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I have this couple of equations :

$ \partial_\mu \partial^\mu z^i + G^{i\bar{p}} (\partial_j G_{k\bar{p}} ) \partial_\mu z^j \partial^\mu z^k + G^{i\bar{j}} (\partial_{\bar{j}} G_{k\bar{l}} ) \partial_\mu z^k \partial^\mu z^{\bar{l}} =0 $

and

$ \partial_\mu \partial^\mu z^{\bar{i}} + G^{p\bar{i}} (\partial_{\bar{j}} G_{\bar{k} p} ) \partial_\mu z^{\bar{j}} \partial^\mu z^{\bar{k}} + G^{\bar{i}j} (\partial_j G_{k\bar{l}} ) \partial_\mu z^k \partial^\mu z^{\bar{l}} =0 $

They are the equations of motion of $z$ (scalar field) and its complex conjugate on complex coordinates. $\mu=0,1,2,3$ (Lorentz index) , and $i,j,...= 1,2, ...,$ to any arbitrary values

Can I solve these equations in Mathematica to get $z^i$ and the matrix $G_{ij}$, even numerically?

Edit:

Note: Again these are E.O.M of $z$ field on complex coordinates so that $G_{ij}$ is the metric on these coordinates (complex space of a manifold).

Take the equations in the direction: $i,j,...=1$, any glimpse for a solution in two unknown variables?

$ \partial_\mu \partial^\mu z^1 + G^{11^*} (\partial_1 G_{11^*} ) \partial_\mu z^1 \partial^\mu z^1 + G^{11^*} (\partial_{1^*} G_{11^*} ) \partial_\mu z^1 \partial^\mu z^{1^*} =0$

and

$ \partial_\mu \partial^\mu z^{1^*} + G^{11^*} (\partial_{1^*} G_{1^* 1} ) \partial_\mu z^{1^*} \partial^\mu z^{1^*} + G^{1^*1} (\partial_1 G_{11^*} ) \partial_\mu z^1 \partial^\mu z^{1^*} =0 $

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    $\begingroup$ To the best of my knowledge, Mathematica cannot directly solve PDEs on $\mathbb{C}^n$; you'd have to recast the equations as PDEs on $\mathbb{R}^{2n}$ instead. $\endgroup$ Sep 19, 2019 at 13:29
  • $\begingroup$ @S.S. If you define G, then we can find a solution to a certain class of problems. In principle, this is not very different from the Yang-Mills theory. $\endgroup$ Sep 19, 2019 at 15:38
  • $\begingroup$ Comments are not for extended discussion; this conversation has been moved to chat. $\endgroup$
    – Kuba
    Sep 19, 2019 at 20:38

1 Answer 1

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To the best of my knowledge, Mathematica can't analyse this type of equation "out of the box." Its built-in numerical PDE solvers are limited to solving boundary-value and initial-value problems on real manifolds, not complex manifolds (though the functions you're solving for can, I believe, be complex.)

It also doesn't automatically know how to expand quantities like $\partial_\mu \partial^\mu$; you'd have to explicitly provide it with all 16 terms1 of the summation. It does know about the Laplacian operator—check out Laplacian in the documentation–so that's a small mercy if you're working on a manifold with a lot of symmetry like Minkowski or de Sitter spacetimes.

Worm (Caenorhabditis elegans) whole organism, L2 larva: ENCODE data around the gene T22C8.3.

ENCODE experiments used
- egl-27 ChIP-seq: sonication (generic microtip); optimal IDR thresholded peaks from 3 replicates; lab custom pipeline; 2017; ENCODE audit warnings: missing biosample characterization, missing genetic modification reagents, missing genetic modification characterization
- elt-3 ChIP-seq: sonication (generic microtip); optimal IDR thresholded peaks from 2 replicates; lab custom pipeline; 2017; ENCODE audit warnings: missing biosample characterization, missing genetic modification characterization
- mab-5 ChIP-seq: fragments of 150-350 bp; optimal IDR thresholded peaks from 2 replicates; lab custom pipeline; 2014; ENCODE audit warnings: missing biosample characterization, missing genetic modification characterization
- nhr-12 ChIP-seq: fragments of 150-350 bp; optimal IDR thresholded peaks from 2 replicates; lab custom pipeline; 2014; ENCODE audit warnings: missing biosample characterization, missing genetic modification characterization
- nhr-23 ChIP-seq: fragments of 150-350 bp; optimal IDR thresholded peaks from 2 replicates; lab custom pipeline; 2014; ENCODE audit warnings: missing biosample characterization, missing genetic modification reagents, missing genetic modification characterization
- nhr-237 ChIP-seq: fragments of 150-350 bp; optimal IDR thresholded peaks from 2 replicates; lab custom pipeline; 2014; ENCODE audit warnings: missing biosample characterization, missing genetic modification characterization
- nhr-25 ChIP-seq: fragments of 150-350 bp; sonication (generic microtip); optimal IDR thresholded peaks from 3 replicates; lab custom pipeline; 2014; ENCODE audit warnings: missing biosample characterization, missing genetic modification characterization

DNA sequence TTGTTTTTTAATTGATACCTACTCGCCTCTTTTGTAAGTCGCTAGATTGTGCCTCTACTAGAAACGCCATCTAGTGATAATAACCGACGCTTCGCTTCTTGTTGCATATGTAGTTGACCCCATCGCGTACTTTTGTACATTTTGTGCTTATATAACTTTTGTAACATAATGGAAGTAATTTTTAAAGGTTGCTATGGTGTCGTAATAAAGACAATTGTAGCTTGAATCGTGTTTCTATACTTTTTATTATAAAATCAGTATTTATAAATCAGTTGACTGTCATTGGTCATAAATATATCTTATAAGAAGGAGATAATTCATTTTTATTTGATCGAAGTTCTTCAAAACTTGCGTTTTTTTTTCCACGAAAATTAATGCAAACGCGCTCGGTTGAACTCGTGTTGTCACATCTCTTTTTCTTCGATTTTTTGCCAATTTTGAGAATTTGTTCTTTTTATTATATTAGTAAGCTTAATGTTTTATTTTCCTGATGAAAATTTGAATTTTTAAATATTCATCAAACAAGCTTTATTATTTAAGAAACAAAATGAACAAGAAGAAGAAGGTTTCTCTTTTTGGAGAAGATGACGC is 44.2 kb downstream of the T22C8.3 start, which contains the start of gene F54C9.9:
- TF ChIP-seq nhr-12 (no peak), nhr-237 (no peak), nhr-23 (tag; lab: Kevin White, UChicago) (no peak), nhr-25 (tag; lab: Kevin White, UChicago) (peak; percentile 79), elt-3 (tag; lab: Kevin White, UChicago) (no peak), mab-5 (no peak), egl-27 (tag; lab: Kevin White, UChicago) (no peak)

I would recommend looking into the xAct suite, particularly the xCoba and xTras packages. In particular, this suite allows you to use tensor indices on various bundles, including (I believe) complex bundles on real manifolds, which is what you appear to have here. In principle, xCoba can reduce these equations to a set of real-valued functions on a real manifold if you provide it with an ansatz to work with; and you can then (in principle) try feed these equations into NDSolve. I will warn you that the learning curve for xAct is a bit steep; but if you're going to be doing these calculations frequently, it's worth learning.


1 Or, if this is a string theory problem (which it has the air of), 100 terms.

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  • $\begingroup$ I think I can write something like $\partial_\mu f$, is it D[f[t,x,y,z],{{t,x,y,z}}] ? , but also till here can Mathematica vary between $\partial_\mu f$ and $\partial^\mu f$ ? , I mean how to write then $ \partial ^\mu f$ ? $\endgroup$
    – S.S.
    Sep 19, 2019 at 18:05
  • $\begingroup$ @S.S.: You'd have to write that as something like $g^{\mu \nu} \partial_\nu f$, which you could do in principle by defining $g^{\mu \nu}$ as a matrix and then using Dot to perform the contraction with $\partial_\nu f$. But going this route is dangerous, as it is extremely easy to get confused about which indices are covariant and which are contravariant; Mathematica does not have any built-in way of keeping track of this. The xAct package is much, much better in this regard, which is why I recommended it. $\endgroup$ Sep 19, 2019 at 19:57
  • $\begingroup$ Yes of course I will try it and the other packages which you mentioned in your answer, but I’m trying now to solve my equations roughly : if i have a term like $\partial_\mu f \partial^\mu f $ , without any package how can I write it? $\endgroup$
    – S.S.
    Sep 19, 2019 at 20:23
  • $\begingroup$ may be I wasn’t clear enough in my previous comment ; I mean if have $\partial_\nu f$ alone I have to multiply by $g^{\mu\nu}$, but if there is a complete term $\partial_\mu f \partial^\mu f$ we don’t have to multiply by the metric. But will it written in Mathematica just by: D[f[t,x,y,z], {{t,x,y,z}}] * D[f[t,x,y,z], {{t,x,y,z}}]. Can’t we take the Conjugate of D as $\partial^\mu$ ? $\endgroup$
    – S.S.
    Sep 19, 2019 at 20:40
  • $\begingroup$ @S.S. No. There's no functionality in basic Mathematica to raise & lower indices; you have to write out all the metrics explicitly, unless the metric is the flat Euclidean metric (in which case the difference between raised & lowered indices is immaterial.) And the quantity $(\partial \mu f)( \partial^\mu f)$ is shorthand for $g^{\mu \nu} (\partial \mu f) (\partial \nu f)$; the metric is inherently in there. $\endgroup$ Sep 19, 2019 at 20:49

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